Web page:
The fold forming portion 44 is arranged so that the outer surface 50 of the fold forming portion 44 is in facing relationship with the outer surface 50 of the primary portion 52 that is vertically disposed below the fold forming portion 44. Additionally, the outer surface 50 of the fold forming portion 44 is in opposing relationship with the outer surface 50 of the primary portion 54 that is vertically disposed above the fold forming portion 44. The fold forming portions 46 and 48 that form the other folds 42 in the second layer 40 are arranged in a similar manner so that pockets on the outer surface 50 are eliminated. In this regard, the outer surface 50 of the fold forming portion 46 is arranged so as to be in facing relationship with the outer surface 50 of the primary portion 54 that is vertically disposed below the fold forming portion 48. The outer surface 50 of the fold forming portion 46 is in opposing relationship with the outer surface 50 of the vertically disposed upper primary portion 56. Likewise, the outer surface 50 of the fold forming portion 48 is in facing relationship with the outer surface 50 of the vertically disposed lower primary portion 56, and the outer surface 50 of the fold forming portion 48 is in opposing relationship with the outer surface 50 of the vertically disposed upper primary portion 58.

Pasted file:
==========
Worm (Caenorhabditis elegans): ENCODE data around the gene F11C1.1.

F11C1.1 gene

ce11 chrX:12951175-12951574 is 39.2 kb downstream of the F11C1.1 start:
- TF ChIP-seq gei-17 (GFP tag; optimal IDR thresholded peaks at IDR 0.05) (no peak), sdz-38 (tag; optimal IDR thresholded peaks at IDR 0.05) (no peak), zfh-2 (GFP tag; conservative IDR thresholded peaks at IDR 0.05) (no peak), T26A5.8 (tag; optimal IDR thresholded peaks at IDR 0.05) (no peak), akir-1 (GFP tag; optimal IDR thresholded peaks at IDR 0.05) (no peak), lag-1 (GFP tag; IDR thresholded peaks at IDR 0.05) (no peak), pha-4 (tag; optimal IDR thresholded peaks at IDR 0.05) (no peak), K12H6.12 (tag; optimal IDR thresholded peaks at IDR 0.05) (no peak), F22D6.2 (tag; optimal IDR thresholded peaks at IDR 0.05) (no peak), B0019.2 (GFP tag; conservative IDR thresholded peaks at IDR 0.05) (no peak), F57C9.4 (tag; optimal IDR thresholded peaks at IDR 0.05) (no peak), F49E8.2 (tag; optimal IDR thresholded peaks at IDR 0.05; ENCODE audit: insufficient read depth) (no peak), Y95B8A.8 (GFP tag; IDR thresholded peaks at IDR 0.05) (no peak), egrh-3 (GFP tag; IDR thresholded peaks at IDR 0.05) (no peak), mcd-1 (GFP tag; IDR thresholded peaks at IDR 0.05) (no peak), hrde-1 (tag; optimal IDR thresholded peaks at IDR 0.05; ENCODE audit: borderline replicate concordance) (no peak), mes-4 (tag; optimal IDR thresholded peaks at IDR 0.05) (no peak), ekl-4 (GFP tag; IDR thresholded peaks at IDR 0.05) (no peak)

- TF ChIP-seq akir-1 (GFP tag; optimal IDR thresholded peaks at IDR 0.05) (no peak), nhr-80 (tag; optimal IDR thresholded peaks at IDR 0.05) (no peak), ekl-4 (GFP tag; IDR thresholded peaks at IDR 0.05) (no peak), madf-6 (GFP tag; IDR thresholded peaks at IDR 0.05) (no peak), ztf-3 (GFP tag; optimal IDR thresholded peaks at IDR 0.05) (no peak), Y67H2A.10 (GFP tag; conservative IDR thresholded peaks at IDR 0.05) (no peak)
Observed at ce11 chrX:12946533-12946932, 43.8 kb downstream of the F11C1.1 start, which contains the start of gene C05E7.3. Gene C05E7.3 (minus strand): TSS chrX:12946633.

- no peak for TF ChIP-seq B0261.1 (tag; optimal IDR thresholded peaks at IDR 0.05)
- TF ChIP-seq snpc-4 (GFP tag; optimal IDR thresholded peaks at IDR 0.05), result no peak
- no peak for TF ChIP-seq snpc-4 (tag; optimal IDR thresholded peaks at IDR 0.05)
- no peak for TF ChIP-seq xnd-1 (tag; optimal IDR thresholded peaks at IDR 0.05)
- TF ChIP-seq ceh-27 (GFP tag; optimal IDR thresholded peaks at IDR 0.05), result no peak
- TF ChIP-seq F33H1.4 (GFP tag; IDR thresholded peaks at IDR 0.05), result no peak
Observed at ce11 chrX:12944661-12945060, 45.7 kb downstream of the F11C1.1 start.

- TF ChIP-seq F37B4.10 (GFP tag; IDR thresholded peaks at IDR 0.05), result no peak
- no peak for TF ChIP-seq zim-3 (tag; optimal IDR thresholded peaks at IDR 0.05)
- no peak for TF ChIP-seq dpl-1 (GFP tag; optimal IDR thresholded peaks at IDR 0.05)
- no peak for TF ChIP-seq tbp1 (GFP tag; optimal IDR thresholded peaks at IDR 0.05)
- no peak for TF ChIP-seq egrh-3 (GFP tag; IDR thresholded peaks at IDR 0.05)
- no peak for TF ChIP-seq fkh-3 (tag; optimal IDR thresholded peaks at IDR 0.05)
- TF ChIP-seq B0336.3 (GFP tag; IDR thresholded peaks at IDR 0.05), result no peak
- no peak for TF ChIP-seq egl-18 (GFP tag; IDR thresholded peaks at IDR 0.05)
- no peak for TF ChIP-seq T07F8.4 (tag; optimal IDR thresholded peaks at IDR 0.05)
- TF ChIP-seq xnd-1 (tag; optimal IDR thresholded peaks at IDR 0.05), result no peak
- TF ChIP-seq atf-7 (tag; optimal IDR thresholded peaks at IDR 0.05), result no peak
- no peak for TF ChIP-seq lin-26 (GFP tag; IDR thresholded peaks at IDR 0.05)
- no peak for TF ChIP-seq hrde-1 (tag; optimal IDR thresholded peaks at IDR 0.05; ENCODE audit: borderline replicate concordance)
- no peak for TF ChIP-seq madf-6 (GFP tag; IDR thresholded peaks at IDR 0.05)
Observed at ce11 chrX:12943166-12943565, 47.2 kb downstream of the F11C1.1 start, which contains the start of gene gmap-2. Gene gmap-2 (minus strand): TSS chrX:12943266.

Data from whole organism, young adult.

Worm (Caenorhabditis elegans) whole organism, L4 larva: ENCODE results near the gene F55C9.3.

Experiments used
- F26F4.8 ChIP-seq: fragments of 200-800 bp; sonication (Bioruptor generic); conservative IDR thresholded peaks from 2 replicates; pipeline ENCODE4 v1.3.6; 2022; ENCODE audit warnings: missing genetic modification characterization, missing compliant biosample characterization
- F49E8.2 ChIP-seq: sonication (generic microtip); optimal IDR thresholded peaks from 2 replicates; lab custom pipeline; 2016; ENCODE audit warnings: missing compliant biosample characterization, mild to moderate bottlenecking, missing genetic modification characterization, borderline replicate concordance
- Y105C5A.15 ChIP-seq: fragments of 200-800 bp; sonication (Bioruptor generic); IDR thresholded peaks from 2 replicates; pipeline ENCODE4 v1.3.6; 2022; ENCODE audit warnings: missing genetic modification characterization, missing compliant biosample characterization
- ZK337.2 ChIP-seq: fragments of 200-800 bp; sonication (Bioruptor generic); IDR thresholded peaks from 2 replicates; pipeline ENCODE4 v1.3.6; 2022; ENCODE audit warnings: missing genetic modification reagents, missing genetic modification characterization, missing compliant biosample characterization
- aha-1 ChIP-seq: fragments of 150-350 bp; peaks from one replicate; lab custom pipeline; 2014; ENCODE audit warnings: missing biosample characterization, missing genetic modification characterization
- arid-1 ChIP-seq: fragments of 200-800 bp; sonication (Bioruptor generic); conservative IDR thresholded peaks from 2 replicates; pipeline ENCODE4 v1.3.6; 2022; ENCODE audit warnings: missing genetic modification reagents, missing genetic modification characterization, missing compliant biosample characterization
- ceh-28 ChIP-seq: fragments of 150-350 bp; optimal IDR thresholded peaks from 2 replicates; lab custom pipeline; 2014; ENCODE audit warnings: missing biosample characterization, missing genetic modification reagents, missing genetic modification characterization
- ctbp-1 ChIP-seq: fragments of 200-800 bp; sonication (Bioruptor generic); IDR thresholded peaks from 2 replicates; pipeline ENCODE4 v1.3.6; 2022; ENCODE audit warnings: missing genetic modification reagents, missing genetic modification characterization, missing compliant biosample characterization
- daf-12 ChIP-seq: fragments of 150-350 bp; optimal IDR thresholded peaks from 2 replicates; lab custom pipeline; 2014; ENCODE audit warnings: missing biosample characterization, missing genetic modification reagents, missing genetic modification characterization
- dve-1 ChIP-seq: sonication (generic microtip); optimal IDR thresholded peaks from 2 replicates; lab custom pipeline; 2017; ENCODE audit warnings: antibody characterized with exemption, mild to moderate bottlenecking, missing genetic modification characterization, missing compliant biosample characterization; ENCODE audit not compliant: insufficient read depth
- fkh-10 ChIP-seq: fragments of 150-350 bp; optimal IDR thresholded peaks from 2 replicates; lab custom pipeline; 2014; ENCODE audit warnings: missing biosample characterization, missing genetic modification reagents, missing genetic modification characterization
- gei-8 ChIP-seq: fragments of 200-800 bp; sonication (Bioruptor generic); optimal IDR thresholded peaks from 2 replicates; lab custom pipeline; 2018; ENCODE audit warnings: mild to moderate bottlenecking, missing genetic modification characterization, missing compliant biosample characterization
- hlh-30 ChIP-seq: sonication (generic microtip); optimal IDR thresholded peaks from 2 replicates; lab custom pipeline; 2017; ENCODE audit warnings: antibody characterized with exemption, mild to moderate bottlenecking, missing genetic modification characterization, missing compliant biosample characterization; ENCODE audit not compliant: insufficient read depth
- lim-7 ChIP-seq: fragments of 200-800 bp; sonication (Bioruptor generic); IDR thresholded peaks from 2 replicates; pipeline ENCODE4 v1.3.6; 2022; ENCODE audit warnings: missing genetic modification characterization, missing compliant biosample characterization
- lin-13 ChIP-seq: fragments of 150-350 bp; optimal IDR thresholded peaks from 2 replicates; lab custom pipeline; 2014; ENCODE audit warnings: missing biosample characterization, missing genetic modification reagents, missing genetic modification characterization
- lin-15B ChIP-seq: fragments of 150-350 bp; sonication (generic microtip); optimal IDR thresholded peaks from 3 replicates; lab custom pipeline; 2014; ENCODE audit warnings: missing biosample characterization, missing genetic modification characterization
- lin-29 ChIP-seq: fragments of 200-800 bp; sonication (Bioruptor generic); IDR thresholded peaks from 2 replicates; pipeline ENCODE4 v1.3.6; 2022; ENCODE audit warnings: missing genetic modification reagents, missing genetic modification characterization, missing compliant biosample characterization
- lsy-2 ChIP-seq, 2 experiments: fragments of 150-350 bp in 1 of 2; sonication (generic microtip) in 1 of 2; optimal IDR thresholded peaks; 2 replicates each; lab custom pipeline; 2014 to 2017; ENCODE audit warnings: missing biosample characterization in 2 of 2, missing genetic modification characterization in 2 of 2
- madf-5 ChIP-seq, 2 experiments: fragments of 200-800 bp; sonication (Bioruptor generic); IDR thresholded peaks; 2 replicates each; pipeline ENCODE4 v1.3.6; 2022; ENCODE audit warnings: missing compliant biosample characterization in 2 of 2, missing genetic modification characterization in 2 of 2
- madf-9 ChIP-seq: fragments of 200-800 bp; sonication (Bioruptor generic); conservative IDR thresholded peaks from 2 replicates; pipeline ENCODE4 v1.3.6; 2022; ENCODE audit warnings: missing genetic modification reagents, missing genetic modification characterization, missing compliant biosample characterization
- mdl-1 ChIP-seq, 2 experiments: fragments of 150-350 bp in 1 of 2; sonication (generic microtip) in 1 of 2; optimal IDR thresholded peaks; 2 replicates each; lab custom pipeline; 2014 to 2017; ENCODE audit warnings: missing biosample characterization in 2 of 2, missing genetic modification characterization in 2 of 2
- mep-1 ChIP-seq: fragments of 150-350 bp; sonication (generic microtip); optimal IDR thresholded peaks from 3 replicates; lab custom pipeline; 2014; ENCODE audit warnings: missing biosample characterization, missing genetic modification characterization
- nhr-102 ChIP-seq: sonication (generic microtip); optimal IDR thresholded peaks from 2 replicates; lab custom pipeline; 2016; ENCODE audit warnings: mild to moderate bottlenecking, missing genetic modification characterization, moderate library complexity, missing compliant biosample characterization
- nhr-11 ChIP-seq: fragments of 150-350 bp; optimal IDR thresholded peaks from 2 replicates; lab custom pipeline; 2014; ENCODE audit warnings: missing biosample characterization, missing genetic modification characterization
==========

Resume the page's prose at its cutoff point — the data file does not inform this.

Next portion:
Although all of the folds 42 of the second layer 40 are shown as being arranged in a similar fashion in FIG. 7, it is to be understood that various ones of the folds 42 may be arranged in different manners in accordance with various exemplary embodiments. Additionally, it is to be understood that in accordance with other exemplary embodiments that the second layer 40 with the arrangement of the folds 42 need not be present.